Monday, June 20, 2011
Reuben was the firstborn of Jacob’s twelve sons (Genesis 29:32, 35:23; Exodus 6:14; Numbers 1:20, I Chronicles 5:1). These brothers are the patriarchs of the twelve tribes of Israel. (Israel and Jacob are synonymous - Genesis 32:28, 35:10.)
After conducting a long-term study Kevin Leman, author of Firstborn Advantage, The: Making Your Birth Order Work for You, identified the following firstborn characteristics: reliability, perfectionism, a propensity for list making and dichotomous thinking, some social introversion and strong leadership skills. Over half of United States presidents were firstborns (23 of 43). Does Reuben exhibit any qualities of a firstborn son (Genesis 30:14, 35:22, 37:20-30, 42:21-38)?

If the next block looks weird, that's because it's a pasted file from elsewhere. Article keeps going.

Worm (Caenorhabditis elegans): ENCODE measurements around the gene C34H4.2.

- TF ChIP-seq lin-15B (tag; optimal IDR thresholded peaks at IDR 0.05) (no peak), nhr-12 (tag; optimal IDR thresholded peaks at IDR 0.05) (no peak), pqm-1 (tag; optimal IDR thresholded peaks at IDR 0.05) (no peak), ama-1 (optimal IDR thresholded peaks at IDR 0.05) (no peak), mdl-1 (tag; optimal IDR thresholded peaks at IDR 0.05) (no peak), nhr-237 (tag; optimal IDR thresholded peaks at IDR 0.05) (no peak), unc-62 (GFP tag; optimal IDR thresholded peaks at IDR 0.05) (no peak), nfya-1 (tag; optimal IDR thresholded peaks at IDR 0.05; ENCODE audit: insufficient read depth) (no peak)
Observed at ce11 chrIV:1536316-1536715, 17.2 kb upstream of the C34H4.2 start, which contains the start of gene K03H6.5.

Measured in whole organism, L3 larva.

Despite being eldest, Reuben lost his birthright (Genesis 49:4; I Chronicles 5:1) due to having relations with his father’s concubine, Bilhah (Genesis 35:22). When we next see Reuben, he is interceding to stop his brothers from murdering their younger brother, Joseph (Genesis 37:21-22). Why is Reuben, the brother who has committed the heinous sin, the one of the ten who does not go for the kill?
Perhaps it is precisely because he knew what it was to commit a horrific transgression that Reuben interceded to stop his brothers from following suit. Reuben was a man in need of redemption.
Unfortunately, the scandal was never forgiven. On his death bed, Jacob doled out blessings to his twelve sons and limited Reuben’s portion citing the indiscretion with Bilhah (Genesis 49:2-4). Reuben’s redemption never came.
Reuben’s story personifies the need for a redeemer. Redemption is the theme that runs through the Bible and the thirst that Jesus quenches.
“At the heart of Christianity there is a mystery, but it is not the mystery of intellectual appreciation; it, the mystery of redemption.” - William Barclay (1907-1978)